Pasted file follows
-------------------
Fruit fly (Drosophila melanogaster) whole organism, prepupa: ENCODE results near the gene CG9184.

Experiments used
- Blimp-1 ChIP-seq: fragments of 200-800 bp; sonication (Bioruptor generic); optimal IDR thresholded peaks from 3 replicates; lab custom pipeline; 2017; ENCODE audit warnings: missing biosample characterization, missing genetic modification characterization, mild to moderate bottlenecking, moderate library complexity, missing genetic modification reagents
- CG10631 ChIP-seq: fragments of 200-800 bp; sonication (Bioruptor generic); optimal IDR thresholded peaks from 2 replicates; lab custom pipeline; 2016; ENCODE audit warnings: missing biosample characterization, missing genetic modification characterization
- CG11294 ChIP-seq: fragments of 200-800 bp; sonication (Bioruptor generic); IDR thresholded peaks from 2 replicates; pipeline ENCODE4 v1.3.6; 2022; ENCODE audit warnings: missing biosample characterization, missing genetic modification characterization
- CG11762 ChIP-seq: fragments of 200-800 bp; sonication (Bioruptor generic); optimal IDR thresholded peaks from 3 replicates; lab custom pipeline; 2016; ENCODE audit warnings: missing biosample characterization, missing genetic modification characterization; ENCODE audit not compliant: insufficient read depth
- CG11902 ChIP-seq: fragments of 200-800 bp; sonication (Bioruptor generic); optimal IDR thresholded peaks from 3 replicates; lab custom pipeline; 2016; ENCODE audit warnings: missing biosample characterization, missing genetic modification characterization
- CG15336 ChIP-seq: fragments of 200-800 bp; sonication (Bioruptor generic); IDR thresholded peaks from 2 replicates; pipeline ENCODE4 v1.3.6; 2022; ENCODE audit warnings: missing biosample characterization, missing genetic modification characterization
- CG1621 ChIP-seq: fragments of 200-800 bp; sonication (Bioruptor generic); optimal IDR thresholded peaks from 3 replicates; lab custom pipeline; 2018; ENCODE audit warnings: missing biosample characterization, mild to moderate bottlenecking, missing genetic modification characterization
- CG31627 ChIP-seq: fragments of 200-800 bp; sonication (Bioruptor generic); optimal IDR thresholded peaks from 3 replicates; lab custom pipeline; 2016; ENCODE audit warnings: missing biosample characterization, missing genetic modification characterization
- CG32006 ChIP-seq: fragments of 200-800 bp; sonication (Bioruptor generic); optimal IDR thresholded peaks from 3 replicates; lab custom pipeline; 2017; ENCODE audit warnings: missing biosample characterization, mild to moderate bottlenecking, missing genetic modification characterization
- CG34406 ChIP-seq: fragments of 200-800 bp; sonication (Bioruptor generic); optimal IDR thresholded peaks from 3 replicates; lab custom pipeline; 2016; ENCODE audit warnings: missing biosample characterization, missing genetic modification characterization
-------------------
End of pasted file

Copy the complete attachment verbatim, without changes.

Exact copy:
Fruit fly (Drosophila melanogaster) whole organism, prepupa: ENCODE results near the gene CG9184.

Experiments used
- Blimp-1 ChIP-seq: fragments of 200-800 bp; sonication (Bioruptor generic); optimal IDR thresholded peaks from 3 replicates; lab custom pipeline; 2017; ENCODE audit warnings: missing biosample characterization, missing genetic modification characterization, mild to moderate bottlenecking, moderate library complexity, missing genetic modification reagents
- CG10631 ChIP-seq: fragments of 200-800 bp; sonication (Bioruptor generic); optimal IDR thresholded peaks from 2 replicates; lab custom pipeline; 2016; ENCODE audit warnings: missing biosample characterization, missing genetic modification characterization
- CG11294 ChIP-seq: fragments of 200-800 bp; sonication (Bioruptor generic); IDR thresholded peaks from 2 replicates; pipeline ENCODE4 v1.3.6; 2022; ENCODE audit warnings: missing biosample characterization, missing genetic modification characterization
- CG11762 ChIP-seq: fragments of 200-800 bp; sonication (Bioruptor generic); optimal IDR thresholded peaks from 3 replicates; lab custom pipeline; 2016; ENCODE audit warnings: missing biosample characterization, missing genetic modification characterization; ENCODE audit not compliant: insufficient read depth
- CG11902 ChIP-seq: fragments of 200-800 bp; sonication (Bioruptor generic); optimal IDR thresholded peaks from 3 replicates; lab custom pipeline; 2016; ENCODE audit warnings: missing biosample characterization, missing genetic modification characterization
- CG15336 ChIP-seq: fragments of 200-800 bp; sonication (Bioruptor generic); IDR thresholded peaks from 2 replicates; pipeline ENCODE4 v1.3.6; 2022; ENCODE audit warnings: missing biosample characterization, missing genetic modification characterization
- CG1621 ChIP-seq: fragments of 200-800 bp; sonication (Bioruptor generic); optimal IDR thresholded peaks from 3 replicates; lab custom pipeline; 2018; ENCODE audit warnings: missing biosample characterization, mild to moderate bottlenecking, missing genetic modification characterization
- CG31627 ChIP-seq: fragments of 200-800 bp; sonication (Bioruptor generic); optimal IDR thresholded peaks from 3 replicates; lab custom pipeline; 2016; ENCODE audit warnings: missing biosample characterization, missing genetic modification characterization
- CG32006 ChIP-seq: fragments of 200-800 bp; sonication (Bioruptor generic); optimal IDR thresholded peaks from 3 replicates; lab custom pipeline; 2017; ENCODE audit warnings: missing biosample characterization, mild to moderate bottlenecking, missing genetic modification characterization
- CG34406 ChIP-seq: fragments of 200-800 bp; sonication (Bioruptor generic); optimal IDR thresholded peaks from 3 replicates; lab custom pipeline; 2016; ENCODE audit warnings: missing biosample characterization, missing genetic modification characterization